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After having a ban of handguns smacked down by the courts, the Mariana Islands Commonwealth came back with a vengeance with an onerous $1,000 excise tax on all handguns sold in the U.S. territory.
A U.S. federal court ruled last month that a restrictive gun licensing law on the island chain was unconstitutional, according to Guns.com.
Chief Judge Ramona Villagomez Manglona of the U.S. District Court for the Northern Mariana Islands said, “Because the people of the Commonwealth are part of the American people who’ve overwhelmingly chosen handguns as their principal means of self-defense, the Second Amendment protects that right here as well.”
Not to be denied, lawmakers countered with a severe tax, as reported by Guns.com:
In a reply to the court order barring enforcement, the Commonwealth Senate passed a strict 57-page gun control proposal last week to which the House added a $1,000 per pistol excise tax, which the Senate approved unanimously on April 7, sending the bill to Gov. Ralph DLG Torres for expected signature.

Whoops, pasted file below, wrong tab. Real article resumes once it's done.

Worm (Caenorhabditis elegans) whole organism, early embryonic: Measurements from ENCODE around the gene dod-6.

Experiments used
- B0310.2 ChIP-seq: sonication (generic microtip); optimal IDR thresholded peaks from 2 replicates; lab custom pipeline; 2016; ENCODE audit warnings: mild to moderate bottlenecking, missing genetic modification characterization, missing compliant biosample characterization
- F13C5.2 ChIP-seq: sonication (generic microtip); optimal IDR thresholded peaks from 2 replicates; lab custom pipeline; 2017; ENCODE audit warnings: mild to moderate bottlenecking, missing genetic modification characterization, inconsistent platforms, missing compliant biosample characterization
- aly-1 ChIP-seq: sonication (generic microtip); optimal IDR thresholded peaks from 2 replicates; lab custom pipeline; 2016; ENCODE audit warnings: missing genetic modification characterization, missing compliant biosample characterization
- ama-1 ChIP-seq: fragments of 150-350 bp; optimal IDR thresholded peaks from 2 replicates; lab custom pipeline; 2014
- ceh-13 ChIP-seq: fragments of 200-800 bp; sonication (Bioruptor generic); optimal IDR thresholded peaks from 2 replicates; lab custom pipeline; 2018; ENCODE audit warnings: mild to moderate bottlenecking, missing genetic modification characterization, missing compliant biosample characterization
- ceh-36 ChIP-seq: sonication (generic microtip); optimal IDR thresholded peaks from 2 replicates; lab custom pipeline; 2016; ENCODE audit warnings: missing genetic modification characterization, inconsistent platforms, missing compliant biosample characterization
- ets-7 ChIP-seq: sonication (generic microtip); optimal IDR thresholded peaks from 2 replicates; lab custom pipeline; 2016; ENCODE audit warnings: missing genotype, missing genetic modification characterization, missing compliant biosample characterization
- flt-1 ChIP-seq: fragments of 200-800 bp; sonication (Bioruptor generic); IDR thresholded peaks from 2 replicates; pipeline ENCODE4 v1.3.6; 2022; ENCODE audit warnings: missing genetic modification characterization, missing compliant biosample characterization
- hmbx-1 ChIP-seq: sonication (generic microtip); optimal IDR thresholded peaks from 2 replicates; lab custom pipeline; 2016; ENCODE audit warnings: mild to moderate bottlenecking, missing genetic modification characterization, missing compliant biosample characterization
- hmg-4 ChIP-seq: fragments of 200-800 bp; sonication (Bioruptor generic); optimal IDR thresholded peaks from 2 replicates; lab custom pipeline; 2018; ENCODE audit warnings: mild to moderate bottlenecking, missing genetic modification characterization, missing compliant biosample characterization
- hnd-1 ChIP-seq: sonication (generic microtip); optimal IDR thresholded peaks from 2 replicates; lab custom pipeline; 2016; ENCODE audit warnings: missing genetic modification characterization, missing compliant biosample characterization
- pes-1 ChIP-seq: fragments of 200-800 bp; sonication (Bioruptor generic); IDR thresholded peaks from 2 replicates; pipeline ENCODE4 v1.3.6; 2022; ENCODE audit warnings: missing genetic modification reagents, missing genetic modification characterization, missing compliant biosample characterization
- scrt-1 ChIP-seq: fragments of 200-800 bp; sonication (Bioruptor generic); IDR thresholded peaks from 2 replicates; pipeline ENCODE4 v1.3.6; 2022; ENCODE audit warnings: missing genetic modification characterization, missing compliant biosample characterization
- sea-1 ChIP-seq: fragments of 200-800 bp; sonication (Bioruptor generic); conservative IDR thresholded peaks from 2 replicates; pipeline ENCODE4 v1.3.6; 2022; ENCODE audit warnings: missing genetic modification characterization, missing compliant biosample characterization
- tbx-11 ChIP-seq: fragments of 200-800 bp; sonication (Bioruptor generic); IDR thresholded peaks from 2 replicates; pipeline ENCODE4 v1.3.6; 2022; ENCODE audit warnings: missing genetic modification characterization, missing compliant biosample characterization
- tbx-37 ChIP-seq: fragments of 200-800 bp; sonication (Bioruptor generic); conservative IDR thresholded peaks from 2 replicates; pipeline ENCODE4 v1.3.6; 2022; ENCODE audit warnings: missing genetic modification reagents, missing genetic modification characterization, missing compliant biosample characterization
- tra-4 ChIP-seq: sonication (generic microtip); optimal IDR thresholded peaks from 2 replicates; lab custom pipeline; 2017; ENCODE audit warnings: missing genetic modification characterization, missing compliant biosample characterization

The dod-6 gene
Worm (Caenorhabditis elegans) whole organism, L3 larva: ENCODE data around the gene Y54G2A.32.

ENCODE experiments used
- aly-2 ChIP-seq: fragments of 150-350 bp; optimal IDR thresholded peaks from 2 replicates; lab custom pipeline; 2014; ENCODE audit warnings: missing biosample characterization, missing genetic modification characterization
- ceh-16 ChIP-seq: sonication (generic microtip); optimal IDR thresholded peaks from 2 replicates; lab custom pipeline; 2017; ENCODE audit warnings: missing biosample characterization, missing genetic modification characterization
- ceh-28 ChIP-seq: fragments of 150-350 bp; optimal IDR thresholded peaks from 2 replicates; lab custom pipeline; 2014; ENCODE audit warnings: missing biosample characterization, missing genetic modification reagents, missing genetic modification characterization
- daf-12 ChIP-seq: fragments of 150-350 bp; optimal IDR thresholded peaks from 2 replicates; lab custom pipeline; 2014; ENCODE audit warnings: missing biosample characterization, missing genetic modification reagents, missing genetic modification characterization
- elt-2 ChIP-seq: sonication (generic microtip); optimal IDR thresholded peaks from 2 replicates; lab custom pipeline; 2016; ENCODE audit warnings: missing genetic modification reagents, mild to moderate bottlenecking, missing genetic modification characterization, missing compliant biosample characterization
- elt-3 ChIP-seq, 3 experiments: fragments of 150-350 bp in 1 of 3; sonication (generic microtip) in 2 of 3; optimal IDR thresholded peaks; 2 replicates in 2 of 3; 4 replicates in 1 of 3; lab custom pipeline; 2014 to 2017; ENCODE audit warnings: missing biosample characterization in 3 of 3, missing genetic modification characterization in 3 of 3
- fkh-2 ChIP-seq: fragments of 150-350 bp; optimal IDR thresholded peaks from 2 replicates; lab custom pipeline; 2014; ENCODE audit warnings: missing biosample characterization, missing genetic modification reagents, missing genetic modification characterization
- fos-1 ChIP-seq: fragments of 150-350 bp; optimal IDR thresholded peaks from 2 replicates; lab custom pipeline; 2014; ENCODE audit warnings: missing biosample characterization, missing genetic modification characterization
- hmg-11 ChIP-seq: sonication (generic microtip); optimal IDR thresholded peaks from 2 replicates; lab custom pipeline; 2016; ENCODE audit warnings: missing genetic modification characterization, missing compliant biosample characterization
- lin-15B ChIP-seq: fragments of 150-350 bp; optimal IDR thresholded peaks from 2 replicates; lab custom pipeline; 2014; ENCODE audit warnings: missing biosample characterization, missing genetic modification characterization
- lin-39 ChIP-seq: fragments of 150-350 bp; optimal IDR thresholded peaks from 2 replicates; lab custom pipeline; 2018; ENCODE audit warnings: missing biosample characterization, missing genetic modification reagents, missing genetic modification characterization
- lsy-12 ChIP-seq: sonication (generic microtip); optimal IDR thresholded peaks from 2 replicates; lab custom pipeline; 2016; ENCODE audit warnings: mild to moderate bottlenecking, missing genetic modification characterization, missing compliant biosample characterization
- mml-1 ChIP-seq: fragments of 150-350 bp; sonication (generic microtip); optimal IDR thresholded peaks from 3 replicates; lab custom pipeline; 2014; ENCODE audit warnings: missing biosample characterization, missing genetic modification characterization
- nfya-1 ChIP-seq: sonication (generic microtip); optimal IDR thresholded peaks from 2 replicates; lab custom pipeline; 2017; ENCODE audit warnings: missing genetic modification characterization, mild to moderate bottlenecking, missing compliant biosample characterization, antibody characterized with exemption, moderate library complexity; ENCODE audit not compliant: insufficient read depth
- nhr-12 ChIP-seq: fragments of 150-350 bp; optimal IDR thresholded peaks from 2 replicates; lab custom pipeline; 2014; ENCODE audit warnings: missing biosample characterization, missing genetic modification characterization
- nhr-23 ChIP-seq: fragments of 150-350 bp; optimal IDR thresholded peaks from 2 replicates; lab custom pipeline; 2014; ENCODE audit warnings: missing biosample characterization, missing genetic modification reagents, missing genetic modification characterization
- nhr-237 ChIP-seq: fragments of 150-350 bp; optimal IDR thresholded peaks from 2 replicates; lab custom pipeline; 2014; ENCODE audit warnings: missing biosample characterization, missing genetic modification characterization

And legislators made no bones about the measure being intended to restrict resident’s access to guns.
The Marianas Variety reported that “[b]efore acting on the measure, Sen. Paul A. Manglona expressed support for the House amendment that will impose an excise tax of $1,000 per handgun. Manglona said this provision will go a long way toward reducing the number of guns coming into the islands.”
Legal action challenging the latest measure can be anticipated.
The National Rifle Association is currently challenging a $25 gun tax in Seattle, which joins Chicago as the only two local municipalities in the Unites States with an individual tax on gun sales — Seattle also taxes ammunition.
“This is definitely a case of the power to tax is a power to destroy a right,” Second Amendment Foundation executive director Alan Gottlieb told Guns.com of the Mariana gun tax. “Most people in the CNMI cannot afford this tax and will not be able to exercise their rights.”
Minimum wage in the commonwealth is $6.05 an hour.
Gottlieb said the Second Amendment Foundation is already looking at a challenge to the $1,000 tax should it become law.
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